1986: The Legendary 15 DOWN Grand Trunk Express all gleaming in red, complete with name board on the WAM4 and all!

Then in 1973 were introduced a string of “Janata Expresses”, the famous “classless” trains which had all Second Class accommodation, a harebrained product reflecting the high-noon of Indian socialism. Their aim was to apparently promote equality among all of mankind and establish a classless society by forcing people to travel in uncomfortable sitting positions for ~3000 km. Two of these Janata Expresses provided direct access to the national capital from the south. The bi-weekly (later triweekly and then five times a week) 131/132 Delhi Nizamuddin – Mangalore/ Cochin (Jayanti) Janata Express (splitting/joining at Shoranur) gave Kerala and the South Canara region of Karnataka their first direct train to Delhi and many north Indian destinations. Another Janata was the 17/18 daily Madras – Delhi Janata Express which was soon after extended to Jammu Tawi, providing the third daily train from Madras to Delhi. However, the Janatas were not very popular and in around 20 years, all were discontinued or converted into standard expresses. The 12617/8 Mangala Lakshwadeep Express of today running between Ernakulam and Nizamuddin is the direct descendant of the 131/2 “Delhi” Jayanti Janata, while the 17/18 MAS – JAT Janata was converted, split and extended into three trains in 1988, the Andaman (MAS – JAT), Himasagar (CAPE – JAT) and Navyug (MAQ – JAT) Expresses of today.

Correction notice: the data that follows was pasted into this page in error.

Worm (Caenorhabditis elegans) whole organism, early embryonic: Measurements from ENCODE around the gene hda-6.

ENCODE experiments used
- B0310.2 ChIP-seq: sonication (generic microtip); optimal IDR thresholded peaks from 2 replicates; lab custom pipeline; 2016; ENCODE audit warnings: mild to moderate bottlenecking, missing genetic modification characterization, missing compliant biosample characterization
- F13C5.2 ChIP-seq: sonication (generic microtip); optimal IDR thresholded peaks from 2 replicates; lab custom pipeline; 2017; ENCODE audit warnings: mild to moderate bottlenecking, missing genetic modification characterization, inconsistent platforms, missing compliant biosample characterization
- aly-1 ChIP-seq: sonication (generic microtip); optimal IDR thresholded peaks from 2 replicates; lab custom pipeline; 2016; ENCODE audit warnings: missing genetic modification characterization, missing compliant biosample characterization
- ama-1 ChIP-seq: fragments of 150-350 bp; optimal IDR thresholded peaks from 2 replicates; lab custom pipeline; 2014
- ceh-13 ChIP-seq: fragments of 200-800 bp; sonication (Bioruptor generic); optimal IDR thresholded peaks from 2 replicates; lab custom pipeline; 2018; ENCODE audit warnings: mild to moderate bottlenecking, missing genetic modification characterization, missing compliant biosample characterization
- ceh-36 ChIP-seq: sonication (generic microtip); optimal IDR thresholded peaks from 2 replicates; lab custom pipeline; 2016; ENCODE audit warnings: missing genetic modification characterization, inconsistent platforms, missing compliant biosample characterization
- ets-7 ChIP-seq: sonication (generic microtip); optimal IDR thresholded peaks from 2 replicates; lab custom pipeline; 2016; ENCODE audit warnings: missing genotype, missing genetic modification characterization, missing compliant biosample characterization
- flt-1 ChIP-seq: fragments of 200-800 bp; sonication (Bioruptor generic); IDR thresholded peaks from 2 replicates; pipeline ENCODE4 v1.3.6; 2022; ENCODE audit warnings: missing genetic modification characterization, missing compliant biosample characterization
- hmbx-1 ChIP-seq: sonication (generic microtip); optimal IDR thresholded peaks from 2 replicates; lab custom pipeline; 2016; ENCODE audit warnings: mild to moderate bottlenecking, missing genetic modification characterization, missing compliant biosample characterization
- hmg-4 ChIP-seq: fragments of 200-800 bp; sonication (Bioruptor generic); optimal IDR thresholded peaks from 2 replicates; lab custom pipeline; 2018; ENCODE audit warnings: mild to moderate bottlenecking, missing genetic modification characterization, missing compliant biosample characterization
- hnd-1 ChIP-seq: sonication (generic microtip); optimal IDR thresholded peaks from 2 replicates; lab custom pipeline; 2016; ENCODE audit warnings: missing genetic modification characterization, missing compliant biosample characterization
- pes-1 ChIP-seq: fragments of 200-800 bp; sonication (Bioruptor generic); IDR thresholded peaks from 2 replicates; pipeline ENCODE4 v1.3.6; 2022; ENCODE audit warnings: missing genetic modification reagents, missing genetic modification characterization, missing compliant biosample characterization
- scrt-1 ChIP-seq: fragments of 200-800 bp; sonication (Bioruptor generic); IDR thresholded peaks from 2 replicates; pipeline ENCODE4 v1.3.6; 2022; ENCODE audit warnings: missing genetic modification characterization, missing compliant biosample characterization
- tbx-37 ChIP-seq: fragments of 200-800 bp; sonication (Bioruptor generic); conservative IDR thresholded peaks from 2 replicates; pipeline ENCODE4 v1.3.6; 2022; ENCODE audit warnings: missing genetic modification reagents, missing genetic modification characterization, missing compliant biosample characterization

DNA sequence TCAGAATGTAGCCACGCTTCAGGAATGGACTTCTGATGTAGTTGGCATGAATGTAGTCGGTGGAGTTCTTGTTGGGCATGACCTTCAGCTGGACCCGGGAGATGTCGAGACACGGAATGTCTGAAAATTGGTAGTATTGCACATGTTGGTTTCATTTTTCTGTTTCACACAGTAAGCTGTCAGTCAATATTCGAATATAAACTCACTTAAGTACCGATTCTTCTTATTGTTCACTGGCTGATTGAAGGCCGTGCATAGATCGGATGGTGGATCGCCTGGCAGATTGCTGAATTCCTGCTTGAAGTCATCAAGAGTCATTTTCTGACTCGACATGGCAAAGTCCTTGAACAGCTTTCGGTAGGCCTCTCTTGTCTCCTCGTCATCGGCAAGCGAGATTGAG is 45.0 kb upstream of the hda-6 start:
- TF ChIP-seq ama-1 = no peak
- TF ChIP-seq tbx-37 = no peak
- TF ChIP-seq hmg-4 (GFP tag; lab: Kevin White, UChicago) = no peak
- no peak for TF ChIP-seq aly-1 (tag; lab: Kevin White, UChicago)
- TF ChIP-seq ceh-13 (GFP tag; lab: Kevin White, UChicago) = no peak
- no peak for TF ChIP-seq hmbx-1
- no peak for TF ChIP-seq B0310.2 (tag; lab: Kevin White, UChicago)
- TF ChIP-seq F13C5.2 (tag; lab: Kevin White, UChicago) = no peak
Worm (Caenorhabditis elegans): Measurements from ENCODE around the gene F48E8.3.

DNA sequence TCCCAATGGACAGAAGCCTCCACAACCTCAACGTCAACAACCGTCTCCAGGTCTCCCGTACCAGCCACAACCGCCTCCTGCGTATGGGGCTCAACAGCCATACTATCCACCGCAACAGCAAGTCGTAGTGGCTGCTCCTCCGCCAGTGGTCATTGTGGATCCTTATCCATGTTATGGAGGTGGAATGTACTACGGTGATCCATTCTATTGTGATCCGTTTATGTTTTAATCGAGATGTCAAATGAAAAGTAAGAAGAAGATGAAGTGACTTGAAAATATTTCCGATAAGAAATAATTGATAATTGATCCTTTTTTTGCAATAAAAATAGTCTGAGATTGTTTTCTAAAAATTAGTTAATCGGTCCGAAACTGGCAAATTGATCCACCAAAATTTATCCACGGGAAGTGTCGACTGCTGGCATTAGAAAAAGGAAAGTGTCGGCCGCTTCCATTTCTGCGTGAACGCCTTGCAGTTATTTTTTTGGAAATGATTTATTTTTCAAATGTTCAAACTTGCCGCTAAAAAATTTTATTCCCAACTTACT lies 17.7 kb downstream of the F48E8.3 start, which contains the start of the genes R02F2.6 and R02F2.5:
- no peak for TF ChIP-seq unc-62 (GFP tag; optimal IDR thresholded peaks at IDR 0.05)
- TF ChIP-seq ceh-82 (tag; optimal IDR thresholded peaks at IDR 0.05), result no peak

How the TN, AP and KK Started Running